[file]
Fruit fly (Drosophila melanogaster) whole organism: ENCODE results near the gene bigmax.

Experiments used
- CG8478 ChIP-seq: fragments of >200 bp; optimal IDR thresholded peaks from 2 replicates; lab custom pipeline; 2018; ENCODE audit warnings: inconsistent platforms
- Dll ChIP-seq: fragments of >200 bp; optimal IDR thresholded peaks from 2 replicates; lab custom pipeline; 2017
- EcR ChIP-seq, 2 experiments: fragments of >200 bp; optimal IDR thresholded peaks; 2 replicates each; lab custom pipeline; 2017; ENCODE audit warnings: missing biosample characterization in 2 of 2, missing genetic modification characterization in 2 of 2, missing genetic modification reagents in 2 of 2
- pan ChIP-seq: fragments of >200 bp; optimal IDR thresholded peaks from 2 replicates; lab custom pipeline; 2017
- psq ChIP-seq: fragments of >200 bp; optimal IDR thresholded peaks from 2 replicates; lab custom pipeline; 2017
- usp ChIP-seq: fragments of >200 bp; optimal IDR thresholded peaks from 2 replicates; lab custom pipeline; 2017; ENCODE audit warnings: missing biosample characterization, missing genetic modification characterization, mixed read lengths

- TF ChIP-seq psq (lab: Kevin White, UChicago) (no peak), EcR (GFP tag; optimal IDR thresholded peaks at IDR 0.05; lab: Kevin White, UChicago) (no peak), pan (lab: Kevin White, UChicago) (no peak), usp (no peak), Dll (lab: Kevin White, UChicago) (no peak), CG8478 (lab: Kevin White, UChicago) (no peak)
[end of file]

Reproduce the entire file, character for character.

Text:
Fruit fly (Drosophila melanogaster) whole organism: ENCODE results near the gene bigmax.

Experiments used
- CG8478 ChIP-seq: fragments of >200 bp; optimal IDR thresholded peaks from 2 replicates; lab custom pipeline; 2018; ENCODE audit warnings: inconsistent platforms
- Dll ChIP-seq: fragments of >200 bp; optimal IDR thresholded peaks from 2 replicates; lab custom pipeline; 2017
- EcR ChIP-seq, 2 experiments: fragments of >200 bp; optimal IDR thresholded peaks; 2 replicates each; lab custom pipeline; 2017; ENCODE audit warnings: missing biosample characterization in 2 of 2, missing genetic modification characterization in 2 of 2, missing genetic modification reagents in 2 of 2
- pan ChIP-seq: fragments of >200 bp; optimal IDR thresholded peaks from 2 replicates; lab custom pipeline; 2017
- psq ChIP-seq: fragments of >200 bp; optimal IDR thresholded peaks from 2 replicates; lab custom pipeline; 2017
- usp ChIP-seq: fragments of >200 bp; optimal IDR thresholded peaks from 2 replicates; lab custom pipeline; 2017; ENCODE audit warnings: missing biosample characterization, missing genetic modification characterization, mixed read lengths

- TF ChIP-seq psq (lab: Kevin White, UChicago) (no peak), EcR (GFP tag; optimal IDR thresholded peaks at IDR 0.05; lab: Kevin White, UChicago) (no peak), pan (lab: Kevin White, UChicago) (no peak), usp (no peak), Dll (lab: Kevin White, UChicago) (no peak), CG8478 (lab: Kevin White, UChicago) (no peak)